The recording starts with the patter of a summer squall. Later, a drifting tone like that of a not-quite-tuned-in radio station rises and for a while drowns out the patter. These are the sounds encountered by NASA’s Cassini spacecraft as it dove the gap between Saturn and its innermost ring on April 26, the first of 22 such encounters before it will plunge into atmosphere in September. What Cassini did not detect were many of the collisions of dust particles hitting the spacecraftit passed through the plane of the ringsen the charged particles oscillate in unison.
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MIAMI — For decades, South Florida schoolchildren and adults fascinated by far-off galaxies, earthly ecosystems, the properties of light and sound and other wonders of science had only a quaint, antiquated museum here in which to explore their interests. Now, with the long-delayed opening of a vast new science museum downtown set for Monday, visitors will be able to stand underneath a suspended, 500,000-gallon aquarium tank and gaze at hammerhead and tiger sharks, mahi mahi, devilrays and other creatures through a 60,000-pound oculus.
Lens that will give the impression of seeing the fish from the bottom of a huge cocktail glass. And that’s just one of many attractions and exhibits. Officials at the $305 million Phillip and Patricia Frost Museum of Science promise that it will be a vivid expression of modern scientific inquiry and exposition. Its opening follows a series of setbacks and lawsuits and a scramble to finish the 250,000-square-foot structure. At one point, the project ran precariously short of money. The museum high-profile opening is especially significant in a state s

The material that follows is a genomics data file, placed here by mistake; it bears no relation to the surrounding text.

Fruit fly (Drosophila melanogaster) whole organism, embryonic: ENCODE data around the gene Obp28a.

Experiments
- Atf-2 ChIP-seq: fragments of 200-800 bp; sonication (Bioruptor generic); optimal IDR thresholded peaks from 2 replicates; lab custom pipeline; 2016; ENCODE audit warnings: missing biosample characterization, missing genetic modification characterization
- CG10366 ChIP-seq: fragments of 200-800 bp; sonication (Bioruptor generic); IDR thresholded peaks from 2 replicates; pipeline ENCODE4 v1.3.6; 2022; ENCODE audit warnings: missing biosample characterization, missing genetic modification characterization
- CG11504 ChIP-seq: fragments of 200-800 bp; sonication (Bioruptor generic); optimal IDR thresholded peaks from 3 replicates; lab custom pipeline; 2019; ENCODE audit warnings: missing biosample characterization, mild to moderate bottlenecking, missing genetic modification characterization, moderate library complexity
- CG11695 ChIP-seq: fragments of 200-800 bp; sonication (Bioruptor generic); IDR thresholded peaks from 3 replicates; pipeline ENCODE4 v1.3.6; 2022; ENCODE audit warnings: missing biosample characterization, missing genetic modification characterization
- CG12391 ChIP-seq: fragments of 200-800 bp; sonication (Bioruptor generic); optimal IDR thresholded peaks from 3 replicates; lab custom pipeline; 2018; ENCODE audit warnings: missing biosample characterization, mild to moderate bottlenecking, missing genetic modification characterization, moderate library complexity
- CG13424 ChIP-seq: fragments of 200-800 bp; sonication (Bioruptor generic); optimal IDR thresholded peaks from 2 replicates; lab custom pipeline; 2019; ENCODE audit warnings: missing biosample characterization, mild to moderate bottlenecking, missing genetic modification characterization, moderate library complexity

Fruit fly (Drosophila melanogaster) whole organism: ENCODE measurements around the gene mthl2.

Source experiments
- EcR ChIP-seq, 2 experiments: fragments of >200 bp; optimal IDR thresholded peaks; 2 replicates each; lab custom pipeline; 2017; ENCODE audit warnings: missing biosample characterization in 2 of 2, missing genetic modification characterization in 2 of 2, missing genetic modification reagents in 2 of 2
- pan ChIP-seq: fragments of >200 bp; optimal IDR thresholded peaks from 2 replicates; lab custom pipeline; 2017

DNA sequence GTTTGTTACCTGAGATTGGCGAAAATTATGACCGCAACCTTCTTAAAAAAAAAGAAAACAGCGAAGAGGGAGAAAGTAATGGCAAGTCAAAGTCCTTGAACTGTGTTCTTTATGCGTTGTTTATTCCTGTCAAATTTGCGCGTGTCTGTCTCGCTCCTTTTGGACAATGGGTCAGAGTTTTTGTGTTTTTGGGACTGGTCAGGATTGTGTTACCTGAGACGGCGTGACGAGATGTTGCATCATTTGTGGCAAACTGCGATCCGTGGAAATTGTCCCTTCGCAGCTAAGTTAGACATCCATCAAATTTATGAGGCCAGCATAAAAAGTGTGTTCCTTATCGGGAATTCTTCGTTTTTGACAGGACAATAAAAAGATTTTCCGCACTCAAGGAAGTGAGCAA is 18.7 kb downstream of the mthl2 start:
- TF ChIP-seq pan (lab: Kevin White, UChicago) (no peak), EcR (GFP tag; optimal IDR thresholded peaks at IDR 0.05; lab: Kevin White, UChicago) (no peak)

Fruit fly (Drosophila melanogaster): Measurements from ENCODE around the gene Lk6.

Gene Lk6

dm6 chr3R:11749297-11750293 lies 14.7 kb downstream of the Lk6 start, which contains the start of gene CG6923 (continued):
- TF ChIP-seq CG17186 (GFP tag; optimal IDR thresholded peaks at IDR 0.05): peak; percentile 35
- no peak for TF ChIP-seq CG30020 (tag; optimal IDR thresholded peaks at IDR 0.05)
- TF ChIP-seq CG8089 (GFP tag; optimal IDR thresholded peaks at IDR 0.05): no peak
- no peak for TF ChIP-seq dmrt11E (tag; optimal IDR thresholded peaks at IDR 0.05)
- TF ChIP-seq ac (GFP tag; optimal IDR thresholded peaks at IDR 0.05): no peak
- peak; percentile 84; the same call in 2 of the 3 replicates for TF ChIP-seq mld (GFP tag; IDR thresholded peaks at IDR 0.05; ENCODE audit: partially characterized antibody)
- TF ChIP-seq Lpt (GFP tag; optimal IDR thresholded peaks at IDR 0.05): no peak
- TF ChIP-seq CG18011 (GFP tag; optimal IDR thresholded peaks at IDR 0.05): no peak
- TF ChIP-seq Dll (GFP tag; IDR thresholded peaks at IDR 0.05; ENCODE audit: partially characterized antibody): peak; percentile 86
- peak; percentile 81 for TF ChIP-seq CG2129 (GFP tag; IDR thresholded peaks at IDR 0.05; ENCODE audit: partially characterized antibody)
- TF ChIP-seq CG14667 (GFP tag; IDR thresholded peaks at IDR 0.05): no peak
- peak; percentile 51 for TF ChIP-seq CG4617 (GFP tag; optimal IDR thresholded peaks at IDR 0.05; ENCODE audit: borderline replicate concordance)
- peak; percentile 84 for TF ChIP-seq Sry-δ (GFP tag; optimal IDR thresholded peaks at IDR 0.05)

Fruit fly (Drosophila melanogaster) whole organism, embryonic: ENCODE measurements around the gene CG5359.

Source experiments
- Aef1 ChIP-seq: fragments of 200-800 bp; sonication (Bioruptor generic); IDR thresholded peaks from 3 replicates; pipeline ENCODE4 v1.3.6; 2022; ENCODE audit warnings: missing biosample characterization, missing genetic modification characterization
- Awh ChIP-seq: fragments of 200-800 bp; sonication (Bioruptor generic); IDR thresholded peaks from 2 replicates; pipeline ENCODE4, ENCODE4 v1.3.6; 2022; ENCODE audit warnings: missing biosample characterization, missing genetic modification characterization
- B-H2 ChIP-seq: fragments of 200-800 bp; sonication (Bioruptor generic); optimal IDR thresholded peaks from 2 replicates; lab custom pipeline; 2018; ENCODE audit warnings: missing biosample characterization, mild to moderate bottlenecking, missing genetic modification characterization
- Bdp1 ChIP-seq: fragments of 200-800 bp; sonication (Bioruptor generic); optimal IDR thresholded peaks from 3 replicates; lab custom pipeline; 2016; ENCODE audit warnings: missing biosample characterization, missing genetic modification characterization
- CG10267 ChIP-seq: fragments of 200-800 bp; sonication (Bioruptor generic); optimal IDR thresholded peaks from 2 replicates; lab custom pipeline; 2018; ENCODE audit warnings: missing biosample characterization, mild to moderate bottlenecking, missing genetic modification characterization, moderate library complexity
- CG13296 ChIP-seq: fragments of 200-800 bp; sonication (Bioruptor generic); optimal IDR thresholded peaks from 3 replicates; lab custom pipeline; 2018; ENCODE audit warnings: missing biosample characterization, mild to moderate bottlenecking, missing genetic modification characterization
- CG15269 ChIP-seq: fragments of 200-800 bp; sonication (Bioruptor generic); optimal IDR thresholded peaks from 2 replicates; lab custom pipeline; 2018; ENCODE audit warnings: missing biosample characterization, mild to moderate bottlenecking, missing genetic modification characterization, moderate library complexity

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Mauna Loa, the biggest volcano on Earth — and one of the most active — covers half the Island of Hawaii. Just 35 miles to the northeast, Mauna Kea, known to native Hawaiians as Mauna a Wakea, rises nearly 14,000 feet above sea level. To them it represents a spiritual connection between our planet and the heavens above. These volcanoes, which have beguiled millions of tourists visiting the Hawaiian islands, have also plagued scientists with a long-running mystery: If they are so close together, how did they develop in two parallel tracks along the Hawaiian-Emperor chain formed over the same hot spot in the Pacific Ocean — and why are their chemical compositions so different? "We knew this was related to something much deeper,but we couldn’t see what,” said Tim Jones.